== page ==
Harry Callahan (1912-1999)

I watched the 1981 interview of Callahan by Barbaralee Diamonstein in the series ‘Visions and Images’ (1). From the interview, I got the following information.

Whilst working at Chrysler in Detroit Michigan he joined the camera club in 1941. It was there that he met Ansel Adams who conducted a workshop. Callahan states that it wasn’t Adams’ famous landscape photographs that inspired him but it was the close-up photos of the ground that provided inspiration. They made him feel as though he could shoot anything.

After the war, he had saved enough cash to allow him and his wife to take an eight-month photography trip to New York. There he met Stieglitz, Bernice Abbott, Paul Strand, Lisette Model, and Beaumont and Nancy Newhall.

In 1946 Callahan was invited by Arthur Siegel to teach at the Institute of Design in Chicago (founded in 1937 by László Moholy-Nagy and formerly known as the New Bauhaus). In 1961 he joined RISD where he worked until his retirement in 1977.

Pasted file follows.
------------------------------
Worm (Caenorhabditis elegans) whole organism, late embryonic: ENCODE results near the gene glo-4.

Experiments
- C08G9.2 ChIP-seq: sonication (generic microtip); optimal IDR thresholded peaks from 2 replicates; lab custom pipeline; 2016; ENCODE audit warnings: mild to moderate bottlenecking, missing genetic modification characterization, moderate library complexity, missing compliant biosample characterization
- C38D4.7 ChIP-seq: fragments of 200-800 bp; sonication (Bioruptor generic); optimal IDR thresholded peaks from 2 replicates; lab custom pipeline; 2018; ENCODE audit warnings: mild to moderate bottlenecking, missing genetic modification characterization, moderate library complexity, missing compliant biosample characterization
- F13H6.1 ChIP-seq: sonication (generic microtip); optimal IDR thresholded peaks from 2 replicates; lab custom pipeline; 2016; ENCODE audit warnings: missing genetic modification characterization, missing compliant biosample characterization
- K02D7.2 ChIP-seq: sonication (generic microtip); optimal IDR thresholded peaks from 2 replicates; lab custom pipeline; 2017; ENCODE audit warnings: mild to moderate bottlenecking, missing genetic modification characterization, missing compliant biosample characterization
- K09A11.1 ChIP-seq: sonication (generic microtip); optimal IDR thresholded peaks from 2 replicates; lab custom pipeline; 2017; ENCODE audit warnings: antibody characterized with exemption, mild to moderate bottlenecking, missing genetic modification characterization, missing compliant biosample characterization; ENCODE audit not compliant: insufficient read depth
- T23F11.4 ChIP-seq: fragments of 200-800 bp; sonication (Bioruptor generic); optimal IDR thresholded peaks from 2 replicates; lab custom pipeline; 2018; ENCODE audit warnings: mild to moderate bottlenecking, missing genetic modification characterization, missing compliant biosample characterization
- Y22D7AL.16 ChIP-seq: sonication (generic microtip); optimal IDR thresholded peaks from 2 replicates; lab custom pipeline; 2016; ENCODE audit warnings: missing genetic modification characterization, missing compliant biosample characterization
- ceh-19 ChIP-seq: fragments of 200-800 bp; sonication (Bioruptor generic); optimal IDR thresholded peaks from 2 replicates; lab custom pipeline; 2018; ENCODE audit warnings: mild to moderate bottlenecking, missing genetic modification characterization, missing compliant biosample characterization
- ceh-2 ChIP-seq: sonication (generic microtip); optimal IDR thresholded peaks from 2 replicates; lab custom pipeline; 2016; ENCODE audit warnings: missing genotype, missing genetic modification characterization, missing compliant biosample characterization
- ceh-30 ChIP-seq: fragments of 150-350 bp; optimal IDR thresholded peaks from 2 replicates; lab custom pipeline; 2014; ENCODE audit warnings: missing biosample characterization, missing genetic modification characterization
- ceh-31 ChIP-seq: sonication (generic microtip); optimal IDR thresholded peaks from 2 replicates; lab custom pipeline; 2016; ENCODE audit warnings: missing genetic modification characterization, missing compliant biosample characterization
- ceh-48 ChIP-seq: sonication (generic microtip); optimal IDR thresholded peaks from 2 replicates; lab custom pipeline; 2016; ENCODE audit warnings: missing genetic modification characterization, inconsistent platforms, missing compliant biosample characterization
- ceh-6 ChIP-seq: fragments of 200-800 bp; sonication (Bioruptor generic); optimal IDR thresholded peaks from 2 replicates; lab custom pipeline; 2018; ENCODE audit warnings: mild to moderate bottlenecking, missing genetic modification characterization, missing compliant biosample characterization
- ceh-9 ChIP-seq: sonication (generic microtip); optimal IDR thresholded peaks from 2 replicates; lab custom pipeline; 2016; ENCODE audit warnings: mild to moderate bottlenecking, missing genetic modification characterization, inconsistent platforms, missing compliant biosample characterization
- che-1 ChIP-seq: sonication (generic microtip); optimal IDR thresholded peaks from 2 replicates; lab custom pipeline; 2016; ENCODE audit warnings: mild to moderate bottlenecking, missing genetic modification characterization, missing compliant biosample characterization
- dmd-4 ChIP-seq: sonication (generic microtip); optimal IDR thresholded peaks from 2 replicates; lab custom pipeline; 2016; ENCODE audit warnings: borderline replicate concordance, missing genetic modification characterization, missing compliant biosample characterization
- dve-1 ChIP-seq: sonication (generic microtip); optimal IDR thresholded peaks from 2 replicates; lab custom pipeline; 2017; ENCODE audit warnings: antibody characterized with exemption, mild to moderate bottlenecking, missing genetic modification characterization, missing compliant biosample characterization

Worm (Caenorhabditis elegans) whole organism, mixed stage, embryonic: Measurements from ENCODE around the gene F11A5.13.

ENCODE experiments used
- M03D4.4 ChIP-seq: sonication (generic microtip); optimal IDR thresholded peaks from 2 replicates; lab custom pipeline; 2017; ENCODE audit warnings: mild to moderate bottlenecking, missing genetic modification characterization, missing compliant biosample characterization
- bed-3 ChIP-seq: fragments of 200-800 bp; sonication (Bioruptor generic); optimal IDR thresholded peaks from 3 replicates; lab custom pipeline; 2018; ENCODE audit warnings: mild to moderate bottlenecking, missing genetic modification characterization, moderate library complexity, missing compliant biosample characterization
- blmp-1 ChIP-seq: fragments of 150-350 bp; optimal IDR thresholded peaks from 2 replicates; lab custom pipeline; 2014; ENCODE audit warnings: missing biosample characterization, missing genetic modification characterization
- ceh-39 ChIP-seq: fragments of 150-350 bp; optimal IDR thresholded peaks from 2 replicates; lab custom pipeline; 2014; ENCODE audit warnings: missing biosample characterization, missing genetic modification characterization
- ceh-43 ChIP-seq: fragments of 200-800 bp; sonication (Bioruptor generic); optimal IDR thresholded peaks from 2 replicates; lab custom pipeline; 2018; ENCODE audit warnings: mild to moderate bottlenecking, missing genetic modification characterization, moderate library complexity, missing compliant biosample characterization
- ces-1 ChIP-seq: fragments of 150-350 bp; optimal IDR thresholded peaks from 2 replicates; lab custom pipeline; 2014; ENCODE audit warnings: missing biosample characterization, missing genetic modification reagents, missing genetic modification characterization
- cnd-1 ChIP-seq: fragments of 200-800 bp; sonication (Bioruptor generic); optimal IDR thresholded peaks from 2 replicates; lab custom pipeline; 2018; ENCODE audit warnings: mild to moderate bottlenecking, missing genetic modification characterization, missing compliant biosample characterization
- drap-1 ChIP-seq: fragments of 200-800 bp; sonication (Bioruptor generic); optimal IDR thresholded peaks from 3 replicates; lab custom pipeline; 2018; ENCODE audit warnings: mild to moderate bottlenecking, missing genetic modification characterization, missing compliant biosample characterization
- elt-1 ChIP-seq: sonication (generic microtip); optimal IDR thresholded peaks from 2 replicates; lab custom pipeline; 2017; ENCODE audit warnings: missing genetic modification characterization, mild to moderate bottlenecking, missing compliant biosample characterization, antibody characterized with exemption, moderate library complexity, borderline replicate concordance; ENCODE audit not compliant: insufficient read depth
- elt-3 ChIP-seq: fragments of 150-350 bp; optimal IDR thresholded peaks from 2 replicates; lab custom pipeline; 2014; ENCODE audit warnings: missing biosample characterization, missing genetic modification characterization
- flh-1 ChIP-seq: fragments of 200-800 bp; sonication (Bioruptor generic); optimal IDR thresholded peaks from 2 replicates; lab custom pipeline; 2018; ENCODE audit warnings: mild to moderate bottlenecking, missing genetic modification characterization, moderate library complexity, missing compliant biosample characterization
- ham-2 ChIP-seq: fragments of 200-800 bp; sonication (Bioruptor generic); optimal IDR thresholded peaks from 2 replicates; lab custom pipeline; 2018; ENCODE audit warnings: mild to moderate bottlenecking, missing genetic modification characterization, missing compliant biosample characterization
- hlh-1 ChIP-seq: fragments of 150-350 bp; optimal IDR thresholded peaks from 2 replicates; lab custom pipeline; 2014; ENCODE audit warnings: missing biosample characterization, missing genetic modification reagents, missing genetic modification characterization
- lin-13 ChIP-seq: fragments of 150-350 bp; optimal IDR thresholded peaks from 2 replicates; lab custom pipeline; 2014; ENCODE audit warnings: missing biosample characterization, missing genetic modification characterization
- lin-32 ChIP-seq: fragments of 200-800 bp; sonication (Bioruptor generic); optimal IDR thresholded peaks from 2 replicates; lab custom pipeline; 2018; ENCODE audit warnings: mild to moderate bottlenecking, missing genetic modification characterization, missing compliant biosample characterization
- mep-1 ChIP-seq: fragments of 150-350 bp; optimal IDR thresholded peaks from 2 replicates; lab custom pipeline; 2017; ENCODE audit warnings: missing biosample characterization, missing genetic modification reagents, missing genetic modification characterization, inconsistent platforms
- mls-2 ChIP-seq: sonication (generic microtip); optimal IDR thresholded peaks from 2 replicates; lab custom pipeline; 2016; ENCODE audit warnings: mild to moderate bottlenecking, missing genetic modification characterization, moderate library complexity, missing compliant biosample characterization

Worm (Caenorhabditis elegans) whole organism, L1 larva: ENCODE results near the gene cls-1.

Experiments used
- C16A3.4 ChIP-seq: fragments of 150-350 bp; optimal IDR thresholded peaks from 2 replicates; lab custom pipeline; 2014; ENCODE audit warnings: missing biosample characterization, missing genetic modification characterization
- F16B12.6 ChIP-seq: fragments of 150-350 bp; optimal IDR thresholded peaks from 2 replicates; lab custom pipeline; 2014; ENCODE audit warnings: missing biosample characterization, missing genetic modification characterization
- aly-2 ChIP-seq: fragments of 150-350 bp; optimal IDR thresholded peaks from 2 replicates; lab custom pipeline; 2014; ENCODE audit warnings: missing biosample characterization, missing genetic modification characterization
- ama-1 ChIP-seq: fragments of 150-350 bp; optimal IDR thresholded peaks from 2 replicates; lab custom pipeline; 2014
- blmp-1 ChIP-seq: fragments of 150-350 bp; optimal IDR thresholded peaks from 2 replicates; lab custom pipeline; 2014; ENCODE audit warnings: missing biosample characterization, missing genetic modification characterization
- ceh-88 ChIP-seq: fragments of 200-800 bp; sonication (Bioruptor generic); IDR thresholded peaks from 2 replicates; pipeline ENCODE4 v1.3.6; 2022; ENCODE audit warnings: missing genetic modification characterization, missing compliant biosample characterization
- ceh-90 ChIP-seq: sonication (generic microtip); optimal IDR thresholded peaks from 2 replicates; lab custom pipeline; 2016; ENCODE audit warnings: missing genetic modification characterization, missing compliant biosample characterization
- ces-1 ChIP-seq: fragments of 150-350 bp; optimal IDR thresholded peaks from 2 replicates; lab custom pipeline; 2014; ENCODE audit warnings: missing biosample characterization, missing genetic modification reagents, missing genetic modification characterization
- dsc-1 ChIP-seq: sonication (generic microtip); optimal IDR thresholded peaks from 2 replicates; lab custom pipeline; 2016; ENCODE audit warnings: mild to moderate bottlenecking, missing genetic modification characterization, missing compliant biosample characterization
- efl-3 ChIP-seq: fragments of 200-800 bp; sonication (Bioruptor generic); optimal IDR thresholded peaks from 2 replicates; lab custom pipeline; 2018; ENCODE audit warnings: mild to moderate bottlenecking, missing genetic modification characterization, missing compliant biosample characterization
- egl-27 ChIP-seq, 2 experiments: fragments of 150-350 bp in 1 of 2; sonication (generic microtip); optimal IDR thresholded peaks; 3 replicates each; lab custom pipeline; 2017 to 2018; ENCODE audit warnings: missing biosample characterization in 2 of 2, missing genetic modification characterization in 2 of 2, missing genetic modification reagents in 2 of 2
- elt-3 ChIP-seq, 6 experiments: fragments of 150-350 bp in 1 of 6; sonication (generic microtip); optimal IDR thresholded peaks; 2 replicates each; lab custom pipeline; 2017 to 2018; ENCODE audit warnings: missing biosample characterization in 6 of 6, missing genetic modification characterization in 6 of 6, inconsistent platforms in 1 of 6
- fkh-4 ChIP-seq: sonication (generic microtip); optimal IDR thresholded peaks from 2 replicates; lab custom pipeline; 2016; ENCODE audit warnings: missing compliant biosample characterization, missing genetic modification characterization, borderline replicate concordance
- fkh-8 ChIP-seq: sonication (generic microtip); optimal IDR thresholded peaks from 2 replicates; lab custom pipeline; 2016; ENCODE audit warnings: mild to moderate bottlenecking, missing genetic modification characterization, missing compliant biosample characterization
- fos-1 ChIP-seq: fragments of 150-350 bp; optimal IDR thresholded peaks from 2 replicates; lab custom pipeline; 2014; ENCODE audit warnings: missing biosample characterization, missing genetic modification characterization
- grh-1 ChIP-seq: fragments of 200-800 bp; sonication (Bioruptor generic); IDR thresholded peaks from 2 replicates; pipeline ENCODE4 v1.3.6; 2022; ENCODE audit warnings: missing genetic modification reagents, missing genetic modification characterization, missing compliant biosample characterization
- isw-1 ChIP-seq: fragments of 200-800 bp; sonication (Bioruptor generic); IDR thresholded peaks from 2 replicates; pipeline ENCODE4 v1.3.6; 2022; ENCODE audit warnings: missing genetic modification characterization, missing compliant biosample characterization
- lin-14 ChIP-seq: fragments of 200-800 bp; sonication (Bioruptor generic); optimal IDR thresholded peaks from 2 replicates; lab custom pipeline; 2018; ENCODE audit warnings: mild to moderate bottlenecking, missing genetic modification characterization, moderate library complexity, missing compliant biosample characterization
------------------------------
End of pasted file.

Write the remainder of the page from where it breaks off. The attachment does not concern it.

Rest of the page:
From watching the video I learned two other interesting pieces of information. Callahan says he could never be a commercial photographer because it could take him up to a year to get a simple photograph to the standard he requires. And he also informs us that he didn’t specialise because he gets bored and would need to change the subject or equipment.

Multiple exposure images

These images, all featuring Callahan’s wife Eleanor, were taken on film (obviously!) and in-camera.

Callahan. Eleanor (1951)
Callahan. Eleanor, Detroit (1942)
Callahan. Eleanor, Chicago (1954)

My favourite Callahan image

So what do I like about this image? The words I would use are etherial, mysterious, surreal, two value notan. The look is obtained by over-exposing the image and blowing the focus.

Callahan. Eleanor and Babara, Chicago (1953)

Here is my version of that shot.

Gill and Aud


(1) Callahan, H., 1981. Visions And Images: Harry Callahan, 1981. [online] DukeLibDigitalColl. Available at: <https://www.youtube.com/watch?v=_LhYs5eq5nw> [Accessed 7 April 2020].

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